the Anatomy of a disease (2022)
Every day, our immune system defends us from microorganisms that threaten to harm us. Progressive diseases such as Alzheimer’s and dementia, however, are difficult to detect and develop slowly over time. Sometimes, it can be a fight against yourself. Sometimes, the cut cannot be fixed.
The summer of 2017, my grandmother was diagnosed with dementia. This was a big change that no one had seen coming, and in a matter of weeks, everything changed. We went from being taken care of by her to coming together as a family to care for her throughout the day, from ensuring she got her necessary supplements and nutritional requirements to wearing masks around her and being careful not to threaten her immunocompromised status.
What I hope comes through about this collection is how raw it is. We often get so swept away in routine and deadlines and large events, but there is beauty in the everyday, in the (little) time you get to spend with your loved ones. It’s a reflection on disease and how it affects a person — a family, even — and the ways families can be there for one another through shared hardships.
The challenge of the process was exactly that: turning things that could very well be facets of everyday life into mini narratives. I wanted to use photography for that element of reality and that idea that each photo was a “scene” anyone can look at and apply onto their own lives. Thus, at every step of my photographing process, I asked myself: yes, this frame depicts my grandmother in her wheelchair, but what is it that I notice? How is she feeling at this moment? How are we feeling at this moment? Why is this moment so special? Furthermore, as one might expect when working in a single space and with a single (main) subject for all these photos, I faced a challenge in making each photo unique. So with that I tried to show different sides of my grandmother and different parts of our lives, such as in a birthday celebration or before an afternoon nap. The photos are largely unedited to maintain their “raw” quality, and the colors are slightly desaturated and graded to be more red and yellow — this all serves to create an eerie feeling of vulnerability and fragility,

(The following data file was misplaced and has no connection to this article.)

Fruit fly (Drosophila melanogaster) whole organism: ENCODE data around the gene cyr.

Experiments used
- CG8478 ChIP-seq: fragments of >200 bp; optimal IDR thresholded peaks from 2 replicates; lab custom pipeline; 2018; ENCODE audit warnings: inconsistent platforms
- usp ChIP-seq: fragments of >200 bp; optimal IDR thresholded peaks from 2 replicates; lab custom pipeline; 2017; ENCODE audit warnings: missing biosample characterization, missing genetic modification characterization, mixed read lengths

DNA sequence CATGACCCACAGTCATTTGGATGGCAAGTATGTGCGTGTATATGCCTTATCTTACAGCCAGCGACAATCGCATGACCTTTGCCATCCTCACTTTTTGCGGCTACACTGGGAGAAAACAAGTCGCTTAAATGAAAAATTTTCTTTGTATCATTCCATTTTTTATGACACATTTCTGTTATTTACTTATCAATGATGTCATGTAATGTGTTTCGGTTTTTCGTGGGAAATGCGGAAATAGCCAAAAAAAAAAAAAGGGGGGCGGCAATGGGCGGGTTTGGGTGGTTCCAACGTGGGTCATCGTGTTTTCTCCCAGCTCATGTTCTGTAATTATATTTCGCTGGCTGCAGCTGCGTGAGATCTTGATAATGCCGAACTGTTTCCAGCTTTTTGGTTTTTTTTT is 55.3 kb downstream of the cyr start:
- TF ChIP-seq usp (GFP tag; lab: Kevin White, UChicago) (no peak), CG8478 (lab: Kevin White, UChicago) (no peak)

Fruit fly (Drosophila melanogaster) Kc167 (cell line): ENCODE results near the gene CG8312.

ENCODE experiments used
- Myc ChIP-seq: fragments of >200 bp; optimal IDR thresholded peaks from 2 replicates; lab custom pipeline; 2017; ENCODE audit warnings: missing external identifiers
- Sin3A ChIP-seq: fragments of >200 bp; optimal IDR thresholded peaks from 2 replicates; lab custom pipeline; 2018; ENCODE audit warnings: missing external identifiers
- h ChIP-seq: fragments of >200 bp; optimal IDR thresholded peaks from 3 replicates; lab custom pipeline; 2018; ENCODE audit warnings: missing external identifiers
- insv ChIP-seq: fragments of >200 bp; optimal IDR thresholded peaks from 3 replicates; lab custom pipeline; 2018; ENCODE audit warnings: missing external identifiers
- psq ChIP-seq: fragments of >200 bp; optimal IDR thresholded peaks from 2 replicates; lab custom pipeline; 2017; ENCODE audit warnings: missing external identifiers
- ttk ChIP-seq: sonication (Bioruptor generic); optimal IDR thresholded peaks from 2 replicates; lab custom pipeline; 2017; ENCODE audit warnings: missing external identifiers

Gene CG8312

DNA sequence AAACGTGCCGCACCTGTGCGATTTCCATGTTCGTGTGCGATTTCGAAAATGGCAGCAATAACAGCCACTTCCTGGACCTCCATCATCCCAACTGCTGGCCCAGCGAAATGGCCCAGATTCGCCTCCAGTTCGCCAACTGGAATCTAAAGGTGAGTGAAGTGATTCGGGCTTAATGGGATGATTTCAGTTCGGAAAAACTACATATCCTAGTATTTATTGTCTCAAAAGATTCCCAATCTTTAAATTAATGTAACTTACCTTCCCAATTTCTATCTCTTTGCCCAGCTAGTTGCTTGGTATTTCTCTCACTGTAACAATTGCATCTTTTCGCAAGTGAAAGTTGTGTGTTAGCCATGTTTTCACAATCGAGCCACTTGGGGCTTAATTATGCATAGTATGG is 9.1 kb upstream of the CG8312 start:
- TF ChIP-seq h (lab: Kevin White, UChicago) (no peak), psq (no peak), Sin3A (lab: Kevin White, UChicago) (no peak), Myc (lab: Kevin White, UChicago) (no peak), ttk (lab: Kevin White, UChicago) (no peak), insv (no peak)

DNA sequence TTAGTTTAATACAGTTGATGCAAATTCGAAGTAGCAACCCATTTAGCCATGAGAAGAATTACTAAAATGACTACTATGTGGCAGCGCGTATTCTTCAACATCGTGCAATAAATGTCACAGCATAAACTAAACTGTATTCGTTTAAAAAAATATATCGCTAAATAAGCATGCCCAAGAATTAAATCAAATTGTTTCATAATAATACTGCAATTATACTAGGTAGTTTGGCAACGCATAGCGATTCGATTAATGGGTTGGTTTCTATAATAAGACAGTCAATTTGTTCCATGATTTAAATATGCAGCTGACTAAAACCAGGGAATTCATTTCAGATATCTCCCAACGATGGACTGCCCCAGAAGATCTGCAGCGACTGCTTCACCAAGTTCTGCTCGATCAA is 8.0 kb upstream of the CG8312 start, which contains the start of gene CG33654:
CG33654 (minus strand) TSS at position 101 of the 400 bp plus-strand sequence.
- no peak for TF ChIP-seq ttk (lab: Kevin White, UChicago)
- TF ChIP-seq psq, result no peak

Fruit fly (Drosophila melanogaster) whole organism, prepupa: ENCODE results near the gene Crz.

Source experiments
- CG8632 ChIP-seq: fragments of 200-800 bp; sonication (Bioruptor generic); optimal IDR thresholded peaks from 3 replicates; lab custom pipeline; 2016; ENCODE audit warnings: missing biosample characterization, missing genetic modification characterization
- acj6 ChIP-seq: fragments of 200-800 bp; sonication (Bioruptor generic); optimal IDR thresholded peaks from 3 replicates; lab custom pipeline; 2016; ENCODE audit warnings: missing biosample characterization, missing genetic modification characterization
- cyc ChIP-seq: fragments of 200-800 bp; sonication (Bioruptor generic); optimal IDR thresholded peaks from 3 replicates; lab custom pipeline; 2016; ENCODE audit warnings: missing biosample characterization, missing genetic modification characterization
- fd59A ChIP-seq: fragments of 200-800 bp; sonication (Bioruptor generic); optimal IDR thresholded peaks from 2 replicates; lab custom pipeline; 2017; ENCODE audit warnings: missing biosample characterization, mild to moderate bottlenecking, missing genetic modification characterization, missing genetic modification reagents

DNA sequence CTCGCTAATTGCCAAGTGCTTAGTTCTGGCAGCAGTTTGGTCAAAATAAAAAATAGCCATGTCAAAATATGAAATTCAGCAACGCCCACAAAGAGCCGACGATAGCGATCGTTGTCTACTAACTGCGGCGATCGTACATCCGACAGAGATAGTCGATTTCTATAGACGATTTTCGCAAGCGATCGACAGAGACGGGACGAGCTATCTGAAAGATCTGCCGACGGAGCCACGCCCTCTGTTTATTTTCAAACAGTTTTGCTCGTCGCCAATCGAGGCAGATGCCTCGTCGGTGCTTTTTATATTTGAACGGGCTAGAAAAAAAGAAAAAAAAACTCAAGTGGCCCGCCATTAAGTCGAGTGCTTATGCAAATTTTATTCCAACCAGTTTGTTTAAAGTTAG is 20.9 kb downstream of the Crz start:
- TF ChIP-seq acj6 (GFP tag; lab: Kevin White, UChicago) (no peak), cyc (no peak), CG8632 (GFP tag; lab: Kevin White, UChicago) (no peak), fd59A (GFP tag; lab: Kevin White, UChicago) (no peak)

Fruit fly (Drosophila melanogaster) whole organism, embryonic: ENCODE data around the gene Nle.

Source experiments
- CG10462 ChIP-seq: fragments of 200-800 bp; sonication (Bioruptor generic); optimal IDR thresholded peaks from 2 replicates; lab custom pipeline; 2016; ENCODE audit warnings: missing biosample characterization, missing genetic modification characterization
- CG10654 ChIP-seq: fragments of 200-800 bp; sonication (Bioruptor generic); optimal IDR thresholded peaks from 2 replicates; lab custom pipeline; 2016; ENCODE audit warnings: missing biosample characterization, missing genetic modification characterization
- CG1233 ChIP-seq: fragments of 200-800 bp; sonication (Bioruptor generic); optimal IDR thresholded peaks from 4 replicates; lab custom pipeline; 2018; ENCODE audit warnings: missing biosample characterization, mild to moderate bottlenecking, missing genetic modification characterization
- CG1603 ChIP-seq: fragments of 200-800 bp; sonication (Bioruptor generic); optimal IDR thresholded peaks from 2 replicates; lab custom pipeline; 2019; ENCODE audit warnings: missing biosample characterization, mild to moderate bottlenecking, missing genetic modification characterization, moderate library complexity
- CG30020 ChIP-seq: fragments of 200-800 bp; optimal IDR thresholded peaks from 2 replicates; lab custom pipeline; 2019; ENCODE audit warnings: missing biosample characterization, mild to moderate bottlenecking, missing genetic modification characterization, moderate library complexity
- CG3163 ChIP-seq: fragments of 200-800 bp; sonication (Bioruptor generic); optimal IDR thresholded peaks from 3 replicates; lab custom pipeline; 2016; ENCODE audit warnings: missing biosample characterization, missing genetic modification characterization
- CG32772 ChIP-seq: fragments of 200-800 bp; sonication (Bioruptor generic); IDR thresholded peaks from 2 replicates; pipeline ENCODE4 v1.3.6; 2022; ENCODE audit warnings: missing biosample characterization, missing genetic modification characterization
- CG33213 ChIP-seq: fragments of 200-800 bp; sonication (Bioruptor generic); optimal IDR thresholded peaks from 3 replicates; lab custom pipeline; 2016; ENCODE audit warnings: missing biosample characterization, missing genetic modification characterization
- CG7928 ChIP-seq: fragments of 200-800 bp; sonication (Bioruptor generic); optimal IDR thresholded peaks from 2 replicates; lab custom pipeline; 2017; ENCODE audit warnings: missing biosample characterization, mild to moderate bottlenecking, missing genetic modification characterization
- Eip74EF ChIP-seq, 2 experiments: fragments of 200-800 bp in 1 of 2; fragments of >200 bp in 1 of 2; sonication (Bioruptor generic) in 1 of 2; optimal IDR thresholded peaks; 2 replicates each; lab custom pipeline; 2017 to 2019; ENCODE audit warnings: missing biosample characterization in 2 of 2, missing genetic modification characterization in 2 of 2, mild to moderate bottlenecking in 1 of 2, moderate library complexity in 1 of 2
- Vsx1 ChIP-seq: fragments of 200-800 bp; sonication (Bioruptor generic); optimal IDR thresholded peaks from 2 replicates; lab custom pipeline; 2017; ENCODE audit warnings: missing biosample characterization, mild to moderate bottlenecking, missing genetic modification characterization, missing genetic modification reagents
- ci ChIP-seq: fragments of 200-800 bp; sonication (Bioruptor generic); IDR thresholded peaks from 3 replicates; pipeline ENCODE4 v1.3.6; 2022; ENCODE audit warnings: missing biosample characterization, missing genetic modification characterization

My grandmother is the most beautiful person I know. Her hair, formerly permed and dyed jet black, resembled that of traditional Japanese enka singers; her fingernails, painted a light shade of mauve, were what helped her — in her own words — “stay young;” her wrinkles, etched deep into her cheeks, indicated a life well-lived. I still see her as that same woman in these pictures, despite her now being miles (in every sense of the word) away. Sometimes the cut cannot be fixed, but in sharing these last moments with her, I reckon with the reality of disease and what it truly means to care for my loved ones.
Awarded Gold Key (portfolio) in 2023 Scholastic Art & Writing Awards
Awarded National Silver Medal Award (portfolio) in 2023 Scholastic Art & Writing Awards